PowerbyProxi leads the charge
There comes a tipping point in any company's evolution when it moves beyond being a hopeful start-up.
Typically there are three ways it can go: muddling along with tepid growth year after year, heading backwards until it fails, or rapidly growing and becoming globally successful.
Kiwi start-up PowerbyProxi falls into the latter camp. The five-year-old wireless power company is about to hit big.
The tipping point has been the miniaturisation of its technology, which allows it to be used in the huge consumer electronic market. PowerbyProxi has developed the world's only receiver technology small enough to be integrated directly into smartphones, tablets, and rechargeable batteries. Unlike existing wireless power recharging solutions that require devices to be placed in a precise spot on a charging pad, its wireless power transmitter station means you can chuck all your devices with a Proxi receiver into one spot at the same time and they'll all be recharged.
The Proxi 3D is equivalent to the now ubiquitous wi-fi modem, the company says.
PowerbyProxi is currently in negotiation with some of the world's largest consumer electronic manufacturers and hopes to have its technology go to market within the next 12 to 18 months.
"We've reached technical maturity and we're getting ready for prime time," says director David Beard from shareholder and venture capitalist Movac, which has sunk about $4 million into the start-up to date.
"We're trying to create some ubiquity around the standard. If all devices use the same transmitter pads you can connect everything together - toys, iphones, tablets - so that's where the holy grail is in all of this."
The start-up was spun out of the University of Auckland's engineering school. The university's commercial arm, Uniservices, remains one of its 10 shareholders.
Co-founder and chief executive Fady Mishriki began work with wireless power during the fourth year of his engineering degree. Under the supervision of Professor Patrick Yu (now the company's chief technology officer), Mishriki and another student spent a year developing a system based on Yu's research into wireless power, which works on the principle of electromagnetic induction. Mishriki always had consumer electronics in mind with the aim of creating a single wireless receiver that would replace multiple chargers.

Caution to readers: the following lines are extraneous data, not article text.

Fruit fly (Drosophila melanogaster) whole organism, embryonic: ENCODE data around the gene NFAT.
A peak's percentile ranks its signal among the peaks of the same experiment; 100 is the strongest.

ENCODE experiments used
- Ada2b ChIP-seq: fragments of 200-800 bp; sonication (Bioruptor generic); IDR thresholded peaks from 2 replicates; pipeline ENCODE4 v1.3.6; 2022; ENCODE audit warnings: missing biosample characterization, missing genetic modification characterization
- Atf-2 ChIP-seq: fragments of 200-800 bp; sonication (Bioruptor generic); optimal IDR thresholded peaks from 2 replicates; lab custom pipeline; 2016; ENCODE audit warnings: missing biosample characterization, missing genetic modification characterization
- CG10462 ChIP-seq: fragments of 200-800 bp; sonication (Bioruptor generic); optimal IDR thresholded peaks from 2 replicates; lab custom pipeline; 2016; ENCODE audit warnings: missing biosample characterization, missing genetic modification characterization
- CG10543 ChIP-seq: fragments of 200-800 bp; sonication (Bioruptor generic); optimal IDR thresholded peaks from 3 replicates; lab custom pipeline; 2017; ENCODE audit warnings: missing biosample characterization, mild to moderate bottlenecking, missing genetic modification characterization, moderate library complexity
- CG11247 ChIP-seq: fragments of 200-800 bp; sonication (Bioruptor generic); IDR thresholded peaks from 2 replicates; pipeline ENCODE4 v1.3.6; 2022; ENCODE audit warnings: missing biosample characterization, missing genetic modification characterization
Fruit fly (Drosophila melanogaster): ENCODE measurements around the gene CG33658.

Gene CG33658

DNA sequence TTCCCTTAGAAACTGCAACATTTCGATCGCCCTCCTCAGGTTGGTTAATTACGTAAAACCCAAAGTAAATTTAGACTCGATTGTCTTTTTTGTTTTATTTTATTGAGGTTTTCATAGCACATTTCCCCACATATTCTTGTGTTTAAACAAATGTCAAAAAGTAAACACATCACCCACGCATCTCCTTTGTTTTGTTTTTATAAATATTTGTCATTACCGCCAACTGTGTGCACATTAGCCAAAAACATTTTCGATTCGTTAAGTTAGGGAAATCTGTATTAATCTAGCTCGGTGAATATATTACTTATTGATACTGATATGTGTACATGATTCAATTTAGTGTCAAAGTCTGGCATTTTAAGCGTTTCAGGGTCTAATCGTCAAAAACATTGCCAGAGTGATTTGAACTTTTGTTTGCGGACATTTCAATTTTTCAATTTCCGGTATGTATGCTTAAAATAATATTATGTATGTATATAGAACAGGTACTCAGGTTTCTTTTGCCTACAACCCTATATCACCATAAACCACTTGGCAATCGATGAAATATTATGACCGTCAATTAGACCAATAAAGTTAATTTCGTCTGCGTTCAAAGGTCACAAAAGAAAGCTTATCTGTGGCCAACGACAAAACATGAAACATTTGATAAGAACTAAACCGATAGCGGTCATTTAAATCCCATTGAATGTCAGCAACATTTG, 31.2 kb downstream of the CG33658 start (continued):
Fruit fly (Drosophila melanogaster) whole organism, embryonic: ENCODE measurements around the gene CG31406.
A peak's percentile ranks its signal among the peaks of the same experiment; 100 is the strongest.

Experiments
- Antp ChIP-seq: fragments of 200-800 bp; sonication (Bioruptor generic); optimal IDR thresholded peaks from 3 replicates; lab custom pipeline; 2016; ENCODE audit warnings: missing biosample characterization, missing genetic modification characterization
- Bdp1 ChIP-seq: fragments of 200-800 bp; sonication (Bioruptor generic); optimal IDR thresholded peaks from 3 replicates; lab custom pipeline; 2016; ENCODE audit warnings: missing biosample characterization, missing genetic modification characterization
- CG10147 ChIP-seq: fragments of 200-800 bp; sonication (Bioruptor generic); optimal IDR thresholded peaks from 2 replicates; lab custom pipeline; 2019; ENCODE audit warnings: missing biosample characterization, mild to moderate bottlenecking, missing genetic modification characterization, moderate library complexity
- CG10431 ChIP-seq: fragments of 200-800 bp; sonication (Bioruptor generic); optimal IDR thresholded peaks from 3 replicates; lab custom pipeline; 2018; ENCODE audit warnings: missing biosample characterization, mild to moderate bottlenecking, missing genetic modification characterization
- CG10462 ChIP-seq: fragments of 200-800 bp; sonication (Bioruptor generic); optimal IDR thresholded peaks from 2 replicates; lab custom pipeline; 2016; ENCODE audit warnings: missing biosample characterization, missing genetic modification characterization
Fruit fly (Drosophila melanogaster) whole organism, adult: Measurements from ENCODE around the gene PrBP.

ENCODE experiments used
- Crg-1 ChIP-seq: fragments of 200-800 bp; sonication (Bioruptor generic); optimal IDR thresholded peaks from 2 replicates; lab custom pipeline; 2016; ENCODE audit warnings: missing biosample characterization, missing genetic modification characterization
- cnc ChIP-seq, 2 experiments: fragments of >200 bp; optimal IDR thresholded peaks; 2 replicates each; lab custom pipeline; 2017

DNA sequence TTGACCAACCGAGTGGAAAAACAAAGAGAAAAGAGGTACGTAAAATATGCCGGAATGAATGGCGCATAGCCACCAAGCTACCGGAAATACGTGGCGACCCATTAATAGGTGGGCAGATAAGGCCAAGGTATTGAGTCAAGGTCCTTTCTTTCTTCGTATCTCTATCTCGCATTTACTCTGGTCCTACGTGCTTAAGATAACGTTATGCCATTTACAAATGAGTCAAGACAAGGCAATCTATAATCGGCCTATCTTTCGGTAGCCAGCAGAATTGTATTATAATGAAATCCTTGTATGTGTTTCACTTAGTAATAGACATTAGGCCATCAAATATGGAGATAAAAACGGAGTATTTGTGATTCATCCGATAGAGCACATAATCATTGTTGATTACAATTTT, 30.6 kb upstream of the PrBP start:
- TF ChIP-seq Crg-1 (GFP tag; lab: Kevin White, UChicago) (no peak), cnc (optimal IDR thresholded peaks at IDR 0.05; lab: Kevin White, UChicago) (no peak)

With help from the university's business incubator, the Icehouse, Mishriki licensed three patents from UniServices.
It was then he met serial entrepreneur Greg Cross, who is chairman of the Icehouse and holds a portfolio of technology companies.
After setting up PowerbyProxi in 2007, the co-founders decided to initially focus on industrial uses to help establish the company's technology credibility before making a consumer play. After considerable market research, they established a need for wireless power in wet, dirty, mobile, hostile environments.
Their first deal was with a New Zealand subsidiary of agricultural machinery giant John Deere, which was having problems with mechanical slip ring failures on its forestry harvesters out in the field. PowerbyProxi's Proxi power rings, which provide wireless power to rotating, highly mobile industrial equipment, provided the answer.
Since then PowerbyProxi has spent the past five years establishing its pedigree in the wireless power field, producing more than 50 products for around 30 large companies in diverse areas including aerospace, security systems, sensor networks and hydraulic control.
With offices in Auckland and Ohio, the start-up is now ready to go the next step into the consumer market and hopes to become profitable sometime next year.
Work on miniaturising the technology into a receiver began nearly three years ago and it has now started delivering product samples to consumer electronic manufacturers in US, Europe and Asia.
Cross is a little cautious about confirming just where they're at inn terms of negotiations with licensing the technology to those manufacturers, who prefer commercial confidentiality around what could become the next killer feature.
Key to its success is nailing these deals.
That's why the company hired former Silicon Valley-based Tony Francesca in June as its vice-president of business development - consumer technologies.
Francesca has many years of successful experience in consumer electronics and commercialising consumer technology and even has three patents issued on his own inventions.
He's leading the charge with the equipment manufacturers and Cross says they expect to see significant progress over the next 12 months.
He says the firm is not letting things slip on the industrial side either, with some major strategic partnerships and a "flood of products" also due out in the next year.
Cross is confident the miniaturised technology will succeed because it answers a real consumer need for unplugged power.
Rechargable batteries have achieved relatively low penetration to date - only around 15 to 15 per cent market share of round cell batteries sold.
People don't remember to recharge them, he says. That's why Powerby Proxi focused on developing a 3D box that people could throw all their devices in at the end of the day and have them recharge overnight.
"That's what we have delivered," Cross says. "But we're still a little way to bringing it to market."
He estimates they've spent around $6m to date developing the company and its technology.
Fady Mishriki 18.45 per cent
Greg Cross 18.45 per cent
Movac's two funds 35.2 per cent
Evander Management (the Holdsworth family) 17.02 per cent
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